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Old 10-18-2010, 11:05 PM   #1
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Boondocking in National Parks and Forests

Since we got our 19' CCD, we've been cruising all this beautiful terrain, mainly around California and mainly on or way to a reserved site at an RV park with hookups somewhere near good fly fishing water. I've begun to notice RV's tucked away in these beautiful unimproved sites on National Park and National Forest lands and I'm envious.

What are the rules for dry camping in the National Parks and Forests? I know you guys know! (I've tried to figure the rules out by looking at the various .gov websites, but that info isn't easily gotten to.) Is anyone willing to dish?
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Old 10-18-2010, 11:23 PM   #2
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It is my understanding that there is no camping in National Parks outside of established campgrounds. Dry camping is usually permitted in National Forests, however, there is probably some distance requirement from established trails and roads. Check with the ranger station at each National Forest.

Bill

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Since we got our 19' CCD, we've been cruising all this beautiful terrain, mainly around California and mainly on or way to a reserved site at an RV park with hookups somewhere near good fly fishing water. I've begun to notice RV's tucked away in these beautiful unimproved sites on National Park and National Forest lands and I'm envious.

What are the rules for dry camping in the National Parks and Forests? I know you guys know! (I've tried to figure the rules out by looking at the various .gov websites, but that info isn't easily gotten to.) Is anyone willing to dish?
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Old 10-18-2010, 11:28 PM   #3
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Hi Bard,

I see you're from the left coast, try the Borrego Springs area, it's one of my favorites!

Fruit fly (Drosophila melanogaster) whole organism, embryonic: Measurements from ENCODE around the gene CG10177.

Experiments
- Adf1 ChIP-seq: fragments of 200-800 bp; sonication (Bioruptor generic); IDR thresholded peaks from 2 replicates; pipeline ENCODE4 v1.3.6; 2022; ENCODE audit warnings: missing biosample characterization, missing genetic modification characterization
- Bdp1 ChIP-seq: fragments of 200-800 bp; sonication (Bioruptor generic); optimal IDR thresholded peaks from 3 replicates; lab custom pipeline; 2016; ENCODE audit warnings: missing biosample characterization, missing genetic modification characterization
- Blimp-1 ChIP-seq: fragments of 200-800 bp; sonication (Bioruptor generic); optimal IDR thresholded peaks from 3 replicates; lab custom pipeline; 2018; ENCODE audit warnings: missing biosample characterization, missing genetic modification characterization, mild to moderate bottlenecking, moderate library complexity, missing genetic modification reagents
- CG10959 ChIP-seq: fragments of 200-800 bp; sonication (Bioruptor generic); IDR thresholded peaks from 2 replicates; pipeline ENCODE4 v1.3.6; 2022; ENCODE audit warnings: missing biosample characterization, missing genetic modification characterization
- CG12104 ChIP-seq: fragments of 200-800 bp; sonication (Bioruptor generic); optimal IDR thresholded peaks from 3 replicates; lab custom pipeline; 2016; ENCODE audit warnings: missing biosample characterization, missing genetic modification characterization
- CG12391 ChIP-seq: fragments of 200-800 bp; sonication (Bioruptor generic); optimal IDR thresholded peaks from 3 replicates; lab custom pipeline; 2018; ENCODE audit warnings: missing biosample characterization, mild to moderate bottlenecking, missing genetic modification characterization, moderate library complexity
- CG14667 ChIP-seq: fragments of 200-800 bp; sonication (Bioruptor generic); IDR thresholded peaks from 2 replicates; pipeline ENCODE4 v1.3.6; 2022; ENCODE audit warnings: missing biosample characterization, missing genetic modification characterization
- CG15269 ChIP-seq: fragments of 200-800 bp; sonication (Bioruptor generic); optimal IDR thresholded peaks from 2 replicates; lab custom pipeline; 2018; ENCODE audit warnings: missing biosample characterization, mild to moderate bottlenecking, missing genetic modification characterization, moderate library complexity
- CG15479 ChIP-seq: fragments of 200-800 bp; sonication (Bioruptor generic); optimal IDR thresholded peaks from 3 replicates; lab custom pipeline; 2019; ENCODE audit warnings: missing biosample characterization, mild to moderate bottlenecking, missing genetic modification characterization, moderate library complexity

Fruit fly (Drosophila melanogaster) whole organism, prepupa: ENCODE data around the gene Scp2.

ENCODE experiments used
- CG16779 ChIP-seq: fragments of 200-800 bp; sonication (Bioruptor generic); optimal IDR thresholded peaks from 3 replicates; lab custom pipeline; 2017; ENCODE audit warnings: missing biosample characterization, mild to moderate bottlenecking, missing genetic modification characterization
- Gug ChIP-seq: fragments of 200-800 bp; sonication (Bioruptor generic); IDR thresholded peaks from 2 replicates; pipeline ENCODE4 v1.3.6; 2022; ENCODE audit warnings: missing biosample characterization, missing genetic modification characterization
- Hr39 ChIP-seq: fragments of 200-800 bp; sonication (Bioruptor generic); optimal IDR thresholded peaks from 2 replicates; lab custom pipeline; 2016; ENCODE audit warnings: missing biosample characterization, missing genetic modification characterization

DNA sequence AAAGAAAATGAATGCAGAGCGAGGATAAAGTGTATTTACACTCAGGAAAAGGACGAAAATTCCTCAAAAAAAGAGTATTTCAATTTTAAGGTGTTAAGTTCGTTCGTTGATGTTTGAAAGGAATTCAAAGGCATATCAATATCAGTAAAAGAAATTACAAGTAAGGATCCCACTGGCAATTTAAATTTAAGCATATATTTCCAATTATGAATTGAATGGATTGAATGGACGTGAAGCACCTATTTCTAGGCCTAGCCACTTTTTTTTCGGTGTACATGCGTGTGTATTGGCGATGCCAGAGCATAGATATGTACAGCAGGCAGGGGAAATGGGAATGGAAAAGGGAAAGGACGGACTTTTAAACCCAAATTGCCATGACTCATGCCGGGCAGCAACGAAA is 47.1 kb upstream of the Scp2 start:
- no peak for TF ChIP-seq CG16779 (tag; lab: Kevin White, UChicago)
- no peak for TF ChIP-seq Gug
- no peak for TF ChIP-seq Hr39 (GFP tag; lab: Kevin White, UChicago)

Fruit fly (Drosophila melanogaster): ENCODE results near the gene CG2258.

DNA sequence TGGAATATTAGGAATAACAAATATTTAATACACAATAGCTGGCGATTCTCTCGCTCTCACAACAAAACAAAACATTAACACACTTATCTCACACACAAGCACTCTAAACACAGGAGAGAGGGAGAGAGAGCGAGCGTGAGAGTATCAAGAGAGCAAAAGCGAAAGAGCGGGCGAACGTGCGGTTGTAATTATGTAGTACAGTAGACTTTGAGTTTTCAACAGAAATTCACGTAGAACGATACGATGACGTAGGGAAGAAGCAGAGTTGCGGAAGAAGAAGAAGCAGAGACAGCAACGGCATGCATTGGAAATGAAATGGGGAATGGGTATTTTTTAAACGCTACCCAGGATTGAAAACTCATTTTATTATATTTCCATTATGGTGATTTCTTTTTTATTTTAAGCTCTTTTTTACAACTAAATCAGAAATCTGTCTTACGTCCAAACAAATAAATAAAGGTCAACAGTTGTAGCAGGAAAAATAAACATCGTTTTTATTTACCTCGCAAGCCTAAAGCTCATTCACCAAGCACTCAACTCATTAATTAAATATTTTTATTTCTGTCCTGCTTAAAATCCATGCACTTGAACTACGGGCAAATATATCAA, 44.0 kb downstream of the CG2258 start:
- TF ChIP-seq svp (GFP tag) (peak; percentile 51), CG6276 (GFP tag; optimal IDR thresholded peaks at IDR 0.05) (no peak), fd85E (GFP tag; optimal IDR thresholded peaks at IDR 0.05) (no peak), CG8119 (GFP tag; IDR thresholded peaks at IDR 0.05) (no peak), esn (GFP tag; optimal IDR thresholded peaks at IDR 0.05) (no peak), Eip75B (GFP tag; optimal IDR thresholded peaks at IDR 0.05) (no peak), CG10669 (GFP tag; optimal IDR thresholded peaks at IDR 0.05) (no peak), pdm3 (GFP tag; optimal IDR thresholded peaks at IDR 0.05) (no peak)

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Old 10-18-2010, 11:34 PM   #4
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Hey Michael,

Are you coming to AB (Anza Borrego) this winter?

Bill

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Hi Bard,

I see you're from the left coast, try the Borrego Springs area, it's one of my favorites!
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Old 10-18-2010, 11:53 PM   #5
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National Forest offices are now required to have motor vehicle access maps available and sometimes they also have these maps on their websites. These maps show where you can take vehicles in the national forests. They are provided free because the roads and trails are usually not marked and you have to depend upon the maps to know how to avoid being cited for being in the wrong place with the wrong vehicle. (this since 2006, I think).

Where you can take your rig is where you can camp. On a forest website, search for the term "dispersed camping" and you'll probably be able to find any rules or regulations of concern.

As for National Parks, Bill makes sense. As for BLM lands, they haven't got the constraints NFS land does.
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Old 10-19-2010, 12:11 AM   #6
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We often camp in the Stanislaus National Forest outside of Yosemite. It is boondocking but we would rather haul water and conserve electricity than be in the most deluxe improved campsite with a thousand other RVs. BLM is the most lenient, USFS next, NFS the most restrictive. Do a bit of research on where you want to go, stop by or call the forest service ranger station for the forest you're visiting. They will also give you pointers on where the best "dispersed camping" is, give you a fire permit (and tell you what's permissible at various times of the year). During your stay you may be visited by a ranger or USFS law enforcement, they very much like to hear that you've checked in with the ranger station, even informally. Tip: they also sell a special edition of the USGS topo maps with all the forest roads marked. This will help immensely in finding things, as the roads are often marked with small signs that look a little like mile markers.
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Old 10-22-2010, 12:48 PM   #7
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I knew that the folks here had the answers! Thanks very much for the help. I go forth armed with knowledge!
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Old 11-08-2010, 01:04 PM   #8
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Federal lands

As I understand one can camp anywhere except where it says you can not. I take this to heart. I regularly (free) camp 10 mi past Standing Indian in NC near the top of MT Albert. The route requires one small stream crossing. There are approximately 10 sites between the Horse Camp and the end of the road.